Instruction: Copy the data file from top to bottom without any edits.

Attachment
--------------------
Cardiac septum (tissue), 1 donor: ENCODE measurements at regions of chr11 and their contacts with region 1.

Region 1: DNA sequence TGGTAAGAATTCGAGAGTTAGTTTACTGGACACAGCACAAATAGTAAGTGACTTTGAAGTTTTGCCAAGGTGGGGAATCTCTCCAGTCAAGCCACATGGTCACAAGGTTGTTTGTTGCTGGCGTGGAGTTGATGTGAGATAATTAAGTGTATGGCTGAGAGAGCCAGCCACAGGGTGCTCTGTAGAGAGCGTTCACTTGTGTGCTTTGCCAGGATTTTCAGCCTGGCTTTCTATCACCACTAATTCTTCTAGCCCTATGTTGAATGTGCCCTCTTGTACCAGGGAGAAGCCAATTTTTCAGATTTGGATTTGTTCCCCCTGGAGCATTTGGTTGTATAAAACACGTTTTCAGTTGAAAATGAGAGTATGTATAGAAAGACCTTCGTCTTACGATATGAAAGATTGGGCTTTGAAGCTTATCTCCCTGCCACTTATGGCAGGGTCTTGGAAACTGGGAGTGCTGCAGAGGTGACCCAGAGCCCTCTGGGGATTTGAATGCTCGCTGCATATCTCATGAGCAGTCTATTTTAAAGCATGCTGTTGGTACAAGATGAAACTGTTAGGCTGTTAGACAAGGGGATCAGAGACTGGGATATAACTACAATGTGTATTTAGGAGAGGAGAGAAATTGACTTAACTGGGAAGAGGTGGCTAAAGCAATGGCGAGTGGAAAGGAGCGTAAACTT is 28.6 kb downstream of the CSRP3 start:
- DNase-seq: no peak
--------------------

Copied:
Cardiac septum (tissue), 1 donor: ENCODE measurements at regions of chr11 and their contacts with region 1.

Region 1: DNA sequence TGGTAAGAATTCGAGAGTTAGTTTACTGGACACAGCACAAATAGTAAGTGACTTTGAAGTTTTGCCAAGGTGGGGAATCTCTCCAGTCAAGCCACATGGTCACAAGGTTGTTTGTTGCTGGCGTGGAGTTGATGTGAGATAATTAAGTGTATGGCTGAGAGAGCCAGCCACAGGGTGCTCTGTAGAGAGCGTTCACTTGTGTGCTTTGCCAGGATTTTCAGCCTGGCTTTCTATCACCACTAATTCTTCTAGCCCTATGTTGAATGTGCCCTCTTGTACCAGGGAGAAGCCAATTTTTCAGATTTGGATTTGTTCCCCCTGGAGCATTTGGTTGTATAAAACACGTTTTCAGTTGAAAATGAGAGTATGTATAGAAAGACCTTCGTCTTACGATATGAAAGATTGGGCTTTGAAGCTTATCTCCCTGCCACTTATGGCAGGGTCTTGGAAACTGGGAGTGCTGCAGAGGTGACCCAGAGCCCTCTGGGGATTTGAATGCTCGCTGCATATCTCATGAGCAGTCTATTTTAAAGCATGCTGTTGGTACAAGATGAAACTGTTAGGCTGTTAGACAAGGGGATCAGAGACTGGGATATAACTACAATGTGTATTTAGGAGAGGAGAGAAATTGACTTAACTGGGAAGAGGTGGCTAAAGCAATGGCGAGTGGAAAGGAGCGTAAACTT is 28.6 kb downstream of the CSRP3 start:
- DNase-seq: no peak